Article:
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Archaeology Notes

Event ID 731672

Category Descriptive Accounts

Type Archaeology Notes


Huntingtower Castle: two tower-houses linked by 1-bay addition in 17th century. E tower: early 15th century, remodelled in late 15th or 16th century, 3-storey and garret with corbelled wall work. Painted ceiling and remains of plasterwork c. 1540 at 1st floor, good fireplace, aumrie etc. at 2nd. W tower: late 15th or early 16th century with jamb 3-storey and garret with corbelled wall-walk, dovecot in garret of jamb, remains of mural painting at 1st floor. Extensive old walled garden (NO02NE 1.01) on E and roof scar of hall block on N side of W tower.

Originally the Place of Ruthven and home of that family; scene of the Raid of Ruthven, 1582. The 3rd Earl of Gowrie was killed in the Gowrie Conspiracy of 1600, the estate passing to the crown and being re-named Huntingtower. Became the property of Wm. Murray, 1st Earl of Dysart, in 1643; sold to 2nd Earl of Tullibardine in 1663 and thence to Duke of Atholl. Tower house 1760 and calico printers' dormitory thereafter. Placed in Guardianship 1912.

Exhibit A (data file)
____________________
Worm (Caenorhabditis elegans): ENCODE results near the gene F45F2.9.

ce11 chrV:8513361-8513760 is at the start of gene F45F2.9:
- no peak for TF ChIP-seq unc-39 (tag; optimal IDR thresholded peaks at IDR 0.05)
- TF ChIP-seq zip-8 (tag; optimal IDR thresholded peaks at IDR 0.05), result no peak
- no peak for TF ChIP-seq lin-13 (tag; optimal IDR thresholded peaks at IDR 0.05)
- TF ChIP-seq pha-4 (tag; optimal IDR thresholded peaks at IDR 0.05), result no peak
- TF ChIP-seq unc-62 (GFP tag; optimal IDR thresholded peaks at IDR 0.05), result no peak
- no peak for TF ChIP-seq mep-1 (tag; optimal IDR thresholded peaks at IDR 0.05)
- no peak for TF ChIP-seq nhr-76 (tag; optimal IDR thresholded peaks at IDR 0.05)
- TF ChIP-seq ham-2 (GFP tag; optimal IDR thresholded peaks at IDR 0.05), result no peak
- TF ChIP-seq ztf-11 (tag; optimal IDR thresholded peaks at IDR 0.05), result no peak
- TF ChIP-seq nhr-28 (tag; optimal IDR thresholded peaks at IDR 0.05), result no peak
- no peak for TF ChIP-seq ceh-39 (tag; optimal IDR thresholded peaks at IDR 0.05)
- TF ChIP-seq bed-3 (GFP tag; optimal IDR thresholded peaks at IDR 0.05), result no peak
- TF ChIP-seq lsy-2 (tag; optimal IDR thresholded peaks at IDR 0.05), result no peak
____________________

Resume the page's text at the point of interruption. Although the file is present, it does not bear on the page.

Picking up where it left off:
SDD/HBM List, March 1967.

NO 082 251. A watching brief was carried out by Scotia Archaeology Limited during the re-excavation of a drainage sump outside the entrance to the E wing of the castle. The existing sump, which was 0.5m deep, was emptied of its infill and its depth extended by a further 0.5m through deposits disturbed during recent years. Nothing of archaeological interest was uncovered.

Sponsor: Historic Scotland.

D Reed 1993.

Watching brief NO 0826 2512 A watching brief was undertaken in May 2005 during the uplifting of cobbles in the narrow gap between the 15thcentury E and W towers which has been incorporated into the general structure of the castle (NO02NE 1.00) and is now described as the 'link block'. Intrusive works were confined to areas already affected by the 1912 and 1960 structural alterations to the castle.

The shallow excavation into the bedding deposits below the cobbled floor revealed no earlier levels. Observations of the level of the chamfered stones in the doorway into the W tower suggested that the old floor level in the link block had been reduced by 400mm, in which case all old surfaces would have been destroyed by the 1912 works. The 1960s work did little damage, except for pipe insertions and the removal of the N part of the cobbled floor. No finds or features of archaeological significance were revealed.

Archive to be deposited in NMRS.

Sponsor: HS.

D Stewart 2005.

For adjacent Huntingtower House, see NO02NE 134.

NO02NE 1.01 08265 25056 Walled Garden

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